Nesbo’s first novel, The Bat (Flaggermusmannen), was not published until 1997, when he was in his late thirties. I suspect his previous lives have enriched his imagination, much more so than if he had set off to be a writer in his teens.
“Football — that was the thing that I was confident about,” he says of playing for his home town of Molde in the Norwegian equivalent of the Premier League. “I didn’t study that hard and thought it was going to be my job. Then I tore the ligaments in my knees and my career was over by the age of nineteen. I had to come up with a plan B, so I did what you do when you don’t know what to do. I studied economics.”
“Soccer — that was the thing that I was confident about. I didn’t study that hard and thought it was going to be my job. Then I tore the ligaments in my knees and my career was over by the age of nineteen. I had to come up with a plan B, so I did what you do when you don’t know what to do. I studied economics.”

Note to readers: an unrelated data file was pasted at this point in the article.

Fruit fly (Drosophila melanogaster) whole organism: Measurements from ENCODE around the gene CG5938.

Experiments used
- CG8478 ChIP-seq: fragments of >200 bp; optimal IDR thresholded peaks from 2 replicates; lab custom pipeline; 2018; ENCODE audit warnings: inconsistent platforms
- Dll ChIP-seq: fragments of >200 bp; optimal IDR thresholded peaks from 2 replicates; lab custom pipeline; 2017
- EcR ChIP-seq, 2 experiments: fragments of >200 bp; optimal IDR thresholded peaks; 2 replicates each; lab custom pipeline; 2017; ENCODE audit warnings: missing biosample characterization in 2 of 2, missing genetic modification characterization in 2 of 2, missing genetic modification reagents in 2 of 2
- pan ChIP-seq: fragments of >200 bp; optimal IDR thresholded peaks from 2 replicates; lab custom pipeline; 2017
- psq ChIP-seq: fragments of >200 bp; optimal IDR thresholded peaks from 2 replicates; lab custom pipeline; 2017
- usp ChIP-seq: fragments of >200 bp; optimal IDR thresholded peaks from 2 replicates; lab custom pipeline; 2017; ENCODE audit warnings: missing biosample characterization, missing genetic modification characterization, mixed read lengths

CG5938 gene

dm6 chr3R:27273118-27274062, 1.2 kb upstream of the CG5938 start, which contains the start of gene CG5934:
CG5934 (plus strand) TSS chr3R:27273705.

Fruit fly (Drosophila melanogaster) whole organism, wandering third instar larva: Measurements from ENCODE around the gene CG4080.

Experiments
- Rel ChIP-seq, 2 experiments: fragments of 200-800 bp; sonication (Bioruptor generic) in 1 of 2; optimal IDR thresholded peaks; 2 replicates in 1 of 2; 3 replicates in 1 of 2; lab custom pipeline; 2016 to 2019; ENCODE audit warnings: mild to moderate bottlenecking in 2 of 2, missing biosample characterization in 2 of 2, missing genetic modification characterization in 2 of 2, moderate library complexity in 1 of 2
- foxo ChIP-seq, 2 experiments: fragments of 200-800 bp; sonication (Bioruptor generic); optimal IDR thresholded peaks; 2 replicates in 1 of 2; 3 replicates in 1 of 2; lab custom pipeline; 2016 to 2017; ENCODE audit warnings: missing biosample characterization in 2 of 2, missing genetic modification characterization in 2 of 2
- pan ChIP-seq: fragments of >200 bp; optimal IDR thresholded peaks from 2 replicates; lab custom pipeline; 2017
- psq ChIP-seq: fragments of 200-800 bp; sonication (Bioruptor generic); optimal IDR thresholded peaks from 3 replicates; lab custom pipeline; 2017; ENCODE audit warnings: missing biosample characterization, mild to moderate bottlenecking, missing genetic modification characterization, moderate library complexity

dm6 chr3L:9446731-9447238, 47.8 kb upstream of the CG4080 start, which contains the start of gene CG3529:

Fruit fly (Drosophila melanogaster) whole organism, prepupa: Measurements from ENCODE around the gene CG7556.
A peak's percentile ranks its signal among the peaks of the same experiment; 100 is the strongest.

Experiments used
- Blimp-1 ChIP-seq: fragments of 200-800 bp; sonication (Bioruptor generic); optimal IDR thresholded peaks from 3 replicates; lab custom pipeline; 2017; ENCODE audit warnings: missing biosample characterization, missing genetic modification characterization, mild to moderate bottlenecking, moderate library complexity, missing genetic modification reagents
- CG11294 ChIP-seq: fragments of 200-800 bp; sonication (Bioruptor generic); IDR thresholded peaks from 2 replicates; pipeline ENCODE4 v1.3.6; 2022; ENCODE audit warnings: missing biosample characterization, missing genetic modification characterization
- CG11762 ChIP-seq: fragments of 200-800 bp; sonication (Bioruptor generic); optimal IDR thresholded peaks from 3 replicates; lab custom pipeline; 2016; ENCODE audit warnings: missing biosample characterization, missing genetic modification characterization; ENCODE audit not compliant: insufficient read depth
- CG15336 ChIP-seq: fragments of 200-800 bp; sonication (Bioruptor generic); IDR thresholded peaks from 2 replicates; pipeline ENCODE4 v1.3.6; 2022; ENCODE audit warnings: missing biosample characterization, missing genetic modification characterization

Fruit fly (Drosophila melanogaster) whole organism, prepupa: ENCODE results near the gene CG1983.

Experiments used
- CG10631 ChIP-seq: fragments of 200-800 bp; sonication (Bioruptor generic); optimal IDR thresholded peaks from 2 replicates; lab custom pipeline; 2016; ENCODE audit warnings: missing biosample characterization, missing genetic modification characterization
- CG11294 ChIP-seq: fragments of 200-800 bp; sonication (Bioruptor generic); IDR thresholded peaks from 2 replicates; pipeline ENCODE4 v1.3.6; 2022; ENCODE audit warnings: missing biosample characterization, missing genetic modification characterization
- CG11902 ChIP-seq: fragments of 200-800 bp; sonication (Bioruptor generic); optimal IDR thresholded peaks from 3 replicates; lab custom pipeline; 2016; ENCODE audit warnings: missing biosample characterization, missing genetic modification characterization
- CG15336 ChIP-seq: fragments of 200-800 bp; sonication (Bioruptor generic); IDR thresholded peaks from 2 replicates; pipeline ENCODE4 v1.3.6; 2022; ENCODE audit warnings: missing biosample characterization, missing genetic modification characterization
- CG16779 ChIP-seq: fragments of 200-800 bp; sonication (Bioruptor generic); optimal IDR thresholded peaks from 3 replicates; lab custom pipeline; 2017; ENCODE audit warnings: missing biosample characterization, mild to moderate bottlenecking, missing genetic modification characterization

That led to a decade-long financial career that gradually morphed into a rock career. He would rush from the office to nighttime gigs. His band, Di Derre, reached No. 1 in the Norwegian charts in the mid 90s, and he still plays the guitar and sings. Music had always been a sideline — as a teenager he wrote lyrics for friends in bands — “I was the Bernie Taupin of my little town,” he says mockingly, comparing himself to Elton John’s long-time lyricist; he has a nice line in wry humour. “I would write in Norwegian and English. I had this Oxford English Dictionary where I would look up and find really long words and put them into the lyrics — nobody knew what they meant, but everyone would say, ‘This is a very intelligent young man.’ ”